I've started work on parallel get. Today, laid the groundwork in two areas:
Evalulated the ascii-progress haskell library. It can display multiple progress bars in the terminal, portably, and its author Pedro Tacla Yamada has kindly offered to improve it to meet git-annex's needs.
I ended up filing 10 issues on it today, around 3 of the are blockers for git-annex using it.
Worked on making --quiet more quiet. Commands like rsync and wget need to have thier progress output disabled when run in parallel.
Didn't quite finish this yet.
Yesterday I made some improvements to how git-annex behaves when it's passed a massive number of directories or files on the command line. Eg, when driven by xargs. There turned out to be some bugs in that scenario.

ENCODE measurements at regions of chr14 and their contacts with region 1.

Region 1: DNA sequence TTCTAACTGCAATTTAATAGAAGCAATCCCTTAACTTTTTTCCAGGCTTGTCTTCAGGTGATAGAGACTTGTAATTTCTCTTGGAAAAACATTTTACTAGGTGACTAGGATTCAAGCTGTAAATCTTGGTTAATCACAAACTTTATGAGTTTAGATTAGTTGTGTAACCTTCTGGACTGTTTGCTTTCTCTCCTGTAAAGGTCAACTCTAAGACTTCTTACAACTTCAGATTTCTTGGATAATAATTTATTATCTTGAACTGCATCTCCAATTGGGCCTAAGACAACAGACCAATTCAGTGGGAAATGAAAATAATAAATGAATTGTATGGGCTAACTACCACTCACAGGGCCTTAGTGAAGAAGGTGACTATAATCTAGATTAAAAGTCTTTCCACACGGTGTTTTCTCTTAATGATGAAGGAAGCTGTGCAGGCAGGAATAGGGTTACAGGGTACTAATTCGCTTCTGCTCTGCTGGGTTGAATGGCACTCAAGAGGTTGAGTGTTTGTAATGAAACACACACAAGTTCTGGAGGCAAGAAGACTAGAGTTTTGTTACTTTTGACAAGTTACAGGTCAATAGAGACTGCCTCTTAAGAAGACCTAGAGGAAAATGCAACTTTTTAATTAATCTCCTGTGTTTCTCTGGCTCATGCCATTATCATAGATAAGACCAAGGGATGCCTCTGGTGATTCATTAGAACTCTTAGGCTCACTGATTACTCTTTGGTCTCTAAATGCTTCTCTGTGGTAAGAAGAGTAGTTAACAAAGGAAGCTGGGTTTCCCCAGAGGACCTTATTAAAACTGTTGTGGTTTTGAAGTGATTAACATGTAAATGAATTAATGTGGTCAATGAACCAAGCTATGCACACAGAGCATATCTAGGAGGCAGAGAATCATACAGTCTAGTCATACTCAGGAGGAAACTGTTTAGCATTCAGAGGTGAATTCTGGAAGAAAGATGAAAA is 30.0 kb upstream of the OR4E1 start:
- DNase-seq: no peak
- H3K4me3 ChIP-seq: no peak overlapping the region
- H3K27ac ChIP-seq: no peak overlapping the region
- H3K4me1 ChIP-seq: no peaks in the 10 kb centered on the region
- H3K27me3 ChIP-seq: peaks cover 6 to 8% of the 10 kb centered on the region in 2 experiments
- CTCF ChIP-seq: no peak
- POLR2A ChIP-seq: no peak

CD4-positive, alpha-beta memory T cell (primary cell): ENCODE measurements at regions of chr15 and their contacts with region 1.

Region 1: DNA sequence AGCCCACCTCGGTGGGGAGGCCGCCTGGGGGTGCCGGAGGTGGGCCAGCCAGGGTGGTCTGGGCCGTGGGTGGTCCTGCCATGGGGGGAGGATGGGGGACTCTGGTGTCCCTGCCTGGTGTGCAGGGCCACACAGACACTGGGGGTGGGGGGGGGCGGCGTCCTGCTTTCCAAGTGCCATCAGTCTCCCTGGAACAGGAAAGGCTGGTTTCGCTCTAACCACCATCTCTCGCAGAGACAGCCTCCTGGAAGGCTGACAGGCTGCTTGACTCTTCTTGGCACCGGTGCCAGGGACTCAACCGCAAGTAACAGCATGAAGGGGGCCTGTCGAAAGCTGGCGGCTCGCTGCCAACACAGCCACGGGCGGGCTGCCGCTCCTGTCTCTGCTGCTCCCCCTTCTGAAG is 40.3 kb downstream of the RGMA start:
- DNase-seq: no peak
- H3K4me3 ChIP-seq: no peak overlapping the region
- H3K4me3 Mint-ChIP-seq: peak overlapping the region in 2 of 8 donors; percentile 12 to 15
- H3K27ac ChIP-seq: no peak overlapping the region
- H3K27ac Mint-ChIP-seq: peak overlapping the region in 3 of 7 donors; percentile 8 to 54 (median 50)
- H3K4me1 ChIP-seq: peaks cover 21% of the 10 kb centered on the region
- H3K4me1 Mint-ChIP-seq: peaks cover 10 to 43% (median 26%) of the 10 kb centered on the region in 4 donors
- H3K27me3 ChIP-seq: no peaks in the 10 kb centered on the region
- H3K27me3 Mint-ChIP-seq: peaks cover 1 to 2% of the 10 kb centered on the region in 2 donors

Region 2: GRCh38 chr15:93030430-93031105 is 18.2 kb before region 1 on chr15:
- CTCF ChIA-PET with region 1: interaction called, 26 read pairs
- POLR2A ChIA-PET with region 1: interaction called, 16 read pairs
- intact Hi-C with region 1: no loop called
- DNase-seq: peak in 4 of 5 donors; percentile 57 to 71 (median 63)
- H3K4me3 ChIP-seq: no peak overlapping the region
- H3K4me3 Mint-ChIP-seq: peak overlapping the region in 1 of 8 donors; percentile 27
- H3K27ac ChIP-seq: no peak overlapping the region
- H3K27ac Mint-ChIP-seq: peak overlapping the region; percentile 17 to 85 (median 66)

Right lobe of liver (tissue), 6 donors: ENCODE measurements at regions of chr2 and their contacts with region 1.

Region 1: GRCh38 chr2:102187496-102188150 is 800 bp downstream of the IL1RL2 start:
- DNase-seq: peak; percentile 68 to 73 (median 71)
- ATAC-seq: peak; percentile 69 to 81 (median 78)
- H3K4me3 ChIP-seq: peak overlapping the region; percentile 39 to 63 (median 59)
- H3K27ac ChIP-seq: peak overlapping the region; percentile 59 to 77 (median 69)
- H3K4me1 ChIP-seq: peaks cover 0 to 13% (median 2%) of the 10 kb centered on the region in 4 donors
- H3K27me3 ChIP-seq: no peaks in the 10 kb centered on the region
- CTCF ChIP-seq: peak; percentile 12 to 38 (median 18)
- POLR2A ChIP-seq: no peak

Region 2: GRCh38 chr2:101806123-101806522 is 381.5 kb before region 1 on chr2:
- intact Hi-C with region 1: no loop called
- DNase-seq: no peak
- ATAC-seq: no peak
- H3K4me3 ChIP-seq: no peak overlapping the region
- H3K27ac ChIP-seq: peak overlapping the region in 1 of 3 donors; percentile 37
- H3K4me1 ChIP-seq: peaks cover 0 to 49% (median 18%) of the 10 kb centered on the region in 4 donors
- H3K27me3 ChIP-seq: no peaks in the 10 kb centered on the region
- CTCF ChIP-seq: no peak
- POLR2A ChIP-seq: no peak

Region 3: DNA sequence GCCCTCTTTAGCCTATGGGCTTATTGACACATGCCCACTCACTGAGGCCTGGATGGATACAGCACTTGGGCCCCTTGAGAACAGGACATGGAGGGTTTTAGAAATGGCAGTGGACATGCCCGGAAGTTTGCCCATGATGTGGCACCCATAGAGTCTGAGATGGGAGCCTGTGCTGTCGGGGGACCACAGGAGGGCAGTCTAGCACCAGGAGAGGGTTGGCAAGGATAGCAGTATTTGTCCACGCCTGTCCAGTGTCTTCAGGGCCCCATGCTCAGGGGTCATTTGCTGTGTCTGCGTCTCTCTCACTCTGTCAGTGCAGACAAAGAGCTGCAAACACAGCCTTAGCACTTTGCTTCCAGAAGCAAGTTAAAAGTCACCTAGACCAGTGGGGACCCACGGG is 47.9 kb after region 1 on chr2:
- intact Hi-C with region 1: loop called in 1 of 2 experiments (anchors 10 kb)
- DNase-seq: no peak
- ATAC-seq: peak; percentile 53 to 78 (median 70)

One problem one I kind of had to paper over. While git-annex get normally is careful to get the files in the same order they were listed on the command line, it becomes very expensive to expand directories using git-ls-files, and reorder its output to preserve order, when a large number offiles are passed on the command line. There was a O(N*M) time blowup.
I worked around it by making it only preserve the order of the first 100 files. Assumption being that if you're specifying so many files on the command line, you probably have less of an attachment to their ordering.